What is a telephone answering service?
What is the definition of a telephone answering service? (revised, slightly, on 04/25/2017 -sc)
The fundamental definition: “A telecommunications service provider that is employed by a business to process incoming telephone calls. A message is taken and then delivered per the customer’s instructions. Real human beings process these calls.”
Often combined, there are three primary functions that a telephone answering service can provide, depending on the type of business or professional client:
- to relay urgent calls to on-call personnel
- to screen calls in order to protect company personnel from non-urgent and sometimes superfluous calls
- to provide an off-site “front office secretary” in order to replace an expensive on-site staff member, or to handle occasional excess traffic.
In defining telephone answering service, it is important to make the distinction between those answering services that provide consistent quality and those that do not.
Within the telecommunications industry, providers of cellular, paging and voice mail services have achieved a generally consistent high level of quality because their products are software driven without the moment-to-moment variable of human input that is the heart of any telephone answering service.
So, telephone answering service quality varies greatly due to the human call-processing factor, even between two answering services that are located literally across the street from each other. The telephone answering service that provides a superior level of quality is able to do so because of management’s focus on:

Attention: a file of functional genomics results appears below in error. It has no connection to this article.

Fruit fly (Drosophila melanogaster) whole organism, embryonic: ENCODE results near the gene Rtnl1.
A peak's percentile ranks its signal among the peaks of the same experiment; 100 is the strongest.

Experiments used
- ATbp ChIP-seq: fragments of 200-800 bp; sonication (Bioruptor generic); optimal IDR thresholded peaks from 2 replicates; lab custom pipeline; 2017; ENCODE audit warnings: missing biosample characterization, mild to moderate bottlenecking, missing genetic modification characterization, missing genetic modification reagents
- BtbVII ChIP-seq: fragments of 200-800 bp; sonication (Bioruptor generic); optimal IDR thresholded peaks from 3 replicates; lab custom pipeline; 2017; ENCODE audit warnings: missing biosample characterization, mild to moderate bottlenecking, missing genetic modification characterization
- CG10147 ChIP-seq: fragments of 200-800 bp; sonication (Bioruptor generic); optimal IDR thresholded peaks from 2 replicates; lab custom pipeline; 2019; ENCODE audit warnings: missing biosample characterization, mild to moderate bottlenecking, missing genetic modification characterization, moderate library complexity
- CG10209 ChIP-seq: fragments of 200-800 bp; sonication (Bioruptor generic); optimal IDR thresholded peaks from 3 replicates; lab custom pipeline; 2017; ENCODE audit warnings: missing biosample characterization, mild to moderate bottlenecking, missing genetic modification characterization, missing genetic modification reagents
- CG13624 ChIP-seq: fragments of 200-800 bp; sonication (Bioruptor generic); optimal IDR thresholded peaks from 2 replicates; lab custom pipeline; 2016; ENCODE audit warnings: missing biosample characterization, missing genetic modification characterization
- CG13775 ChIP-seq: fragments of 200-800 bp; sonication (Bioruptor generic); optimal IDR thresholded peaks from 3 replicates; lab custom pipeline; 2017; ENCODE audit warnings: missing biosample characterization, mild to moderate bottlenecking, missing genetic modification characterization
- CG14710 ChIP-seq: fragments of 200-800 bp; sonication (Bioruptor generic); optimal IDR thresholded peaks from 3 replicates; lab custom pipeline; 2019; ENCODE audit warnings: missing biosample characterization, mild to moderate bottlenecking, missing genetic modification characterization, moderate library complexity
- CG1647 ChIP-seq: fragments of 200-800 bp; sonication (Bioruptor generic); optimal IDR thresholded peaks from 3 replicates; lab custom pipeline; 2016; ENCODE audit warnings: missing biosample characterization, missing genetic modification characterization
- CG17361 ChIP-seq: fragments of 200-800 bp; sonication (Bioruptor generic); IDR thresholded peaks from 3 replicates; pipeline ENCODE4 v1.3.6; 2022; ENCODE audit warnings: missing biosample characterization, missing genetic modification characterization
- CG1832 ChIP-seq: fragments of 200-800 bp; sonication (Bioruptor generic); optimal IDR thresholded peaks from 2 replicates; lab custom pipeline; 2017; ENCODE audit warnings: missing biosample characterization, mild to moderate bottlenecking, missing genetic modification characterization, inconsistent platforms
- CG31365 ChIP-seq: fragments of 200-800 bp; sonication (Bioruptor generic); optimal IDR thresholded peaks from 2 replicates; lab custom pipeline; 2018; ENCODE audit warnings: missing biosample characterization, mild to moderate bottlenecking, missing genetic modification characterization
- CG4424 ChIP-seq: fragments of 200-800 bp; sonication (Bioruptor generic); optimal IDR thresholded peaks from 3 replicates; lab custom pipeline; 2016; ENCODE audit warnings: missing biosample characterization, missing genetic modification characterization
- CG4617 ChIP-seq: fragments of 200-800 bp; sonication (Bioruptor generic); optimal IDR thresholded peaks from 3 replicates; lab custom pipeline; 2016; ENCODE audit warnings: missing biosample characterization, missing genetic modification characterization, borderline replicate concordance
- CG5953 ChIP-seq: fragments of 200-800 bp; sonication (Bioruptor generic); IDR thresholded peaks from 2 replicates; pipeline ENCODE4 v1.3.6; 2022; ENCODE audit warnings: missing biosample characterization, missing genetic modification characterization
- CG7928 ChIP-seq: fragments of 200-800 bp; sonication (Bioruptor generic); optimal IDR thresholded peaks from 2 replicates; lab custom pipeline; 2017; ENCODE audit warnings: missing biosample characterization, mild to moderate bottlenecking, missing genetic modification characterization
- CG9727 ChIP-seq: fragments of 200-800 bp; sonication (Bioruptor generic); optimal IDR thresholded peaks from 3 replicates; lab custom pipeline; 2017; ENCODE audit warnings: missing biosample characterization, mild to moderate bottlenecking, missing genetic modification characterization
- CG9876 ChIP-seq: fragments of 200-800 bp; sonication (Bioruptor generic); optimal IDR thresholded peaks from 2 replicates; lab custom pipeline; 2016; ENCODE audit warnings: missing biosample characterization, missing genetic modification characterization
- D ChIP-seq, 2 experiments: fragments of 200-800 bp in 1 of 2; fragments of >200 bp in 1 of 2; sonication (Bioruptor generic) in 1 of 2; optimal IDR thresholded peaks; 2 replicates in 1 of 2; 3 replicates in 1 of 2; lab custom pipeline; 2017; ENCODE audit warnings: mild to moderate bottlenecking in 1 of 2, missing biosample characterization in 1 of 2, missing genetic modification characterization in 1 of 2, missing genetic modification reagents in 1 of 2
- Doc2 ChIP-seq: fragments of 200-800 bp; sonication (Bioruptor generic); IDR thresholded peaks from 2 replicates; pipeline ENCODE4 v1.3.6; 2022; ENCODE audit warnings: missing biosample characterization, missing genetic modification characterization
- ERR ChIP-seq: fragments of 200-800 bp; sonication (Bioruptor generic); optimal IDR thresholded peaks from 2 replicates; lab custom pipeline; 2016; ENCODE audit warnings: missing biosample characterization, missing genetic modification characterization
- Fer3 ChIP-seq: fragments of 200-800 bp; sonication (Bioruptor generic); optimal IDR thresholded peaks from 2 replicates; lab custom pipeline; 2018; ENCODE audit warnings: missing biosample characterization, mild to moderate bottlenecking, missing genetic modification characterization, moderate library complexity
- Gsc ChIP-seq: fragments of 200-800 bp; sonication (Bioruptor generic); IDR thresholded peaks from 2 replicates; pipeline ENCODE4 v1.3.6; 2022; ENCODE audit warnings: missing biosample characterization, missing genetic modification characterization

- a long-term, career-oriented staff with each individual paid in accordance with his or her own personal performance
- technologically advanced equipment
- precise and consistent operating procedures that include:
- rigorous documentation
- moment-to-moment process monitoring
- intensive staff training and performance measurement, and
- stand-alone customer service/quality assurance departments.
“An operator (Telephone Service Representative or TSR) should never sound like a telephone answering service employee, but as a member of my staff. The person taking my calls must be a team player who actually cares about my customer’s needs and who reflects that caring with a cheerful, professional approach. He or she must have a solid understanding of what is required so they can confidently and quickly route my caller to the proper person within my business. Errors in relaying information, spelling and grammar must not happen. Professional comportment and a cheerful personality are mandatory”